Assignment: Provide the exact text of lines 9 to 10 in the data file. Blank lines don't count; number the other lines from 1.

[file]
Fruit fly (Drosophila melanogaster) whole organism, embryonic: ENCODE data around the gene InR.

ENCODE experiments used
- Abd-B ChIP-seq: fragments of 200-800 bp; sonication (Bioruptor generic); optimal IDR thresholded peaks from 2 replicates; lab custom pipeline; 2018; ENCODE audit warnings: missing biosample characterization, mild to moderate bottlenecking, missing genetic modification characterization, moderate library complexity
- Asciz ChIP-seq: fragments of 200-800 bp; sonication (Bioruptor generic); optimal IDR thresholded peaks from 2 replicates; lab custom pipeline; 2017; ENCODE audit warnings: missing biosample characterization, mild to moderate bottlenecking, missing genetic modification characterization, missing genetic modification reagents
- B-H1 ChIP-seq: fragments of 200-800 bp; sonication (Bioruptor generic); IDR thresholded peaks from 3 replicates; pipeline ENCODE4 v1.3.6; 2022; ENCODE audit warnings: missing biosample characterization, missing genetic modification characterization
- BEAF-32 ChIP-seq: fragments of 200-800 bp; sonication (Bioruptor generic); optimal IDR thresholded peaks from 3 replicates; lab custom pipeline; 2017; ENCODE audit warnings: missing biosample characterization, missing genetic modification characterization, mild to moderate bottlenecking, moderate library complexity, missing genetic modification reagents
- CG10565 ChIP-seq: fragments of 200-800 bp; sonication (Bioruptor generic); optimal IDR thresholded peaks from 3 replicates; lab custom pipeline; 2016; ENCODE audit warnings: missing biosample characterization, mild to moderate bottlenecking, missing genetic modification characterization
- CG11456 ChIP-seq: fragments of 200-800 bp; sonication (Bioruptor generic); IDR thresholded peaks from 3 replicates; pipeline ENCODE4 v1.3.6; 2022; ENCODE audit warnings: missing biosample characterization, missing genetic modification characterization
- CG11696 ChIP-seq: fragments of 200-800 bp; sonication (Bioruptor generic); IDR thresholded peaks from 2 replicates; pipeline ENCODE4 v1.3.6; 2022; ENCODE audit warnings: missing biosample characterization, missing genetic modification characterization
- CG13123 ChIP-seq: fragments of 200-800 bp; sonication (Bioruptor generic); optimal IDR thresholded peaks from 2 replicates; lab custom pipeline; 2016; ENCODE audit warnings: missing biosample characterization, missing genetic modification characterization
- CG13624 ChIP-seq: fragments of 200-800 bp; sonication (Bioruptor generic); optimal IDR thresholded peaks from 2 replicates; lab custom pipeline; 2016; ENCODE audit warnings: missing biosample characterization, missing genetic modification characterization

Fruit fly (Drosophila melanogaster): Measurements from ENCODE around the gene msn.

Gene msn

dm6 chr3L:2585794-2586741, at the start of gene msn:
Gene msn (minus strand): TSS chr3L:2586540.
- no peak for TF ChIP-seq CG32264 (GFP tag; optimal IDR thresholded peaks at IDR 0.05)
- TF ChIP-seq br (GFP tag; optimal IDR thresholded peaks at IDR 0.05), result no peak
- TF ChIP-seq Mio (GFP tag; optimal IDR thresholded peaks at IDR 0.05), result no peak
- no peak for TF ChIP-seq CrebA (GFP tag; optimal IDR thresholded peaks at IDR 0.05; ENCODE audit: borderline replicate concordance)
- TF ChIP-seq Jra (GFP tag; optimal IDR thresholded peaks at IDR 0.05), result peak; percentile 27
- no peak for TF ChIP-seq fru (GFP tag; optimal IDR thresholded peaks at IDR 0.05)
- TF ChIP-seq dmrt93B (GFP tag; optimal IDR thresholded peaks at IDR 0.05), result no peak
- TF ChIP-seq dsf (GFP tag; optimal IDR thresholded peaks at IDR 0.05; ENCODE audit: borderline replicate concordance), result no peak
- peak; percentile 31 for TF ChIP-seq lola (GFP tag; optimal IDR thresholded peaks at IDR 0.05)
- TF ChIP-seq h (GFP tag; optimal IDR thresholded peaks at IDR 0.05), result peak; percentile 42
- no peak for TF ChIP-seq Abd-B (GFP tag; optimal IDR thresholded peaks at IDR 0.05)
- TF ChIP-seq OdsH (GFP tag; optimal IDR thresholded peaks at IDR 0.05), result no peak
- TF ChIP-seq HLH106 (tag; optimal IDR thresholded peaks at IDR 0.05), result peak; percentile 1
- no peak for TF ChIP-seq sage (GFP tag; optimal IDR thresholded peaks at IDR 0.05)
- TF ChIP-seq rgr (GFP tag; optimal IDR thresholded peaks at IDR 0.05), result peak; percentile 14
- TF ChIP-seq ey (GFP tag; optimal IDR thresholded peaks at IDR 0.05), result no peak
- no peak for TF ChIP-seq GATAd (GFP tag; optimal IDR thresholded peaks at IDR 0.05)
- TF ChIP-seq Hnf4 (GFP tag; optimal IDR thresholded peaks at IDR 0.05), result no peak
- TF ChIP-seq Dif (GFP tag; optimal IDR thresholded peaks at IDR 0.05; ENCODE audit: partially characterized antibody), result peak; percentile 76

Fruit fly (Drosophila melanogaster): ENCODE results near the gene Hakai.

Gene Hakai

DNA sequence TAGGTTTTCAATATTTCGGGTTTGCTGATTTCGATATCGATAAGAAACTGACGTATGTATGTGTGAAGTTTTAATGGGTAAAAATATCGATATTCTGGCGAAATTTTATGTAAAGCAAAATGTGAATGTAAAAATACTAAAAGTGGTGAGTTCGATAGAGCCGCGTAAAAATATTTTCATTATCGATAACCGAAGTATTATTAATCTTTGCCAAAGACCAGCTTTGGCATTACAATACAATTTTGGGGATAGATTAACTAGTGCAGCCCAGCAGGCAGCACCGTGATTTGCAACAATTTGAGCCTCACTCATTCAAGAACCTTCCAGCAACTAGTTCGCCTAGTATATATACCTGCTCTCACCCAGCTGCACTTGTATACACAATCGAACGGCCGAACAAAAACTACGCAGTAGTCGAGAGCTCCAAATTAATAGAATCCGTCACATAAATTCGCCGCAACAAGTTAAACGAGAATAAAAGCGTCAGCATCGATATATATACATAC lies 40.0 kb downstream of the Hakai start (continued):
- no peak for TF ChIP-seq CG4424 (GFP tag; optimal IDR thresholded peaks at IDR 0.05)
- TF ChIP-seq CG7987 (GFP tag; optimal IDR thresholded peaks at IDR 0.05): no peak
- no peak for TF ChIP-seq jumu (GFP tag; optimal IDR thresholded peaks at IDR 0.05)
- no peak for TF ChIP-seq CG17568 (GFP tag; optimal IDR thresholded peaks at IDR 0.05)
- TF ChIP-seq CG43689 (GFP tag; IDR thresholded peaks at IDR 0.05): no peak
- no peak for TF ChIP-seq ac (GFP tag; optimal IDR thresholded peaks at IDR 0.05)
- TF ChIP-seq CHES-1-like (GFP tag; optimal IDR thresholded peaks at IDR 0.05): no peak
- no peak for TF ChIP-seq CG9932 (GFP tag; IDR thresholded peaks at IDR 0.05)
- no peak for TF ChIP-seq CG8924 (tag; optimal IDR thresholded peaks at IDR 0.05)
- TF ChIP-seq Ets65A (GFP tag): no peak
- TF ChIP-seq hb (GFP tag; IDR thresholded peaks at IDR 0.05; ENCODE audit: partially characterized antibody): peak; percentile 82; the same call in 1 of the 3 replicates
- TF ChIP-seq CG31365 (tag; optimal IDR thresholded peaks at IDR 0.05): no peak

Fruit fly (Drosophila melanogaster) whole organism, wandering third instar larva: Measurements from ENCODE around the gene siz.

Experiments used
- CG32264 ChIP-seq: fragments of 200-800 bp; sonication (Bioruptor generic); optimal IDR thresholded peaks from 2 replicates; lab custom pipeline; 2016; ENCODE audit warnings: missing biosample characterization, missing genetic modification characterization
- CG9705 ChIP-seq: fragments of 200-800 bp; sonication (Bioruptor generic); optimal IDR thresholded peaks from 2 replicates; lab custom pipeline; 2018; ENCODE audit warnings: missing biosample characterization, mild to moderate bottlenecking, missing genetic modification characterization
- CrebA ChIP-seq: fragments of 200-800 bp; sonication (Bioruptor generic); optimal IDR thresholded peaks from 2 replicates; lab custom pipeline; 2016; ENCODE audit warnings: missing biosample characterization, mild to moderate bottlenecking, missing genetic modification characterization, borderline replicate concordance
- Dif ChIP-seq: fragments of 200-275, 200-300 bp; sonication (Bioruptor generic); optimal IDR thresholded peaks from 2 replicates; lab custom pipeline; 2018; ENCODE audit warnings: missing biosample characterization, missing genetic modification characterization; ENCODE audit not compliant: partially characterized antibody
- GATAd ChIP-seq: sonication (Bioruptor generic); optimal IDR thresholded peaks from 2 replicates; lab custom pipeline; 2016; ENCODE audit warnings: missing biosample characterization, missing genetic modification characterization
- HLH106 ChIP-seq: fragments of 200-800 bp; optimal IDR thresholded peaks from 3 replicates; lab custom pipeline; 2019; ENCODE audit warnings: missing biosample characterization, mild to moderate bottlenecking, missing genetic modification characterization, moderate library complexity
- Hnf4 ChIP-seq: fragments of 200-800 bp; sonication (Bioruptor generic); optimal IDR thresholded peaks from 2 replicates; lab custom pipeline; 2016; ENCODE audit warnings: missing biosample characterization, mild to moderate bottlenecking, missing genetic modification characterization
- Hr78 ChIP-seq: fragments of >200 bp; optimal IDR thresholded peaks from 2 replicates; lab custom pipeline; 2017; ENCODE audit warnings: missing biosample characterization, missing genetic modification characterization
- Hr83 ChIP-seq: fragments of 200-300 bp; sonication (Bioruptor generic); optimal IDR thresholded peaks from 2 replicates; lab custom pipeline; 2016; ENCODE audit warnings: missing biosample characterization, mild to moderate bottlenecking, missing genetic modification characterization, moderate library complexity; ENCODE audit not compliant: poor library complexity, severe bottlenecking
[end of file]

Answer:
- CG11696 ChIP-seq: fragments of 200-800 bp; sonication (Bioruptor generic); IDR thresholded peaks from 2 replicates; pipeline ENCODE4 v1.3.6; 2022; ENCODE audit warnings: missing biosample characterization, missing genetic modification characterization
- CG13123 ChIP-seq: fragments of 200-800 bp; sonication (Bioruptor generic); optimal IDR thresholded peaks from 2 replicates; lab custom pipeline; 2016; ENCODE audit warnings: missing biosample characterization, missing genetic modification characterization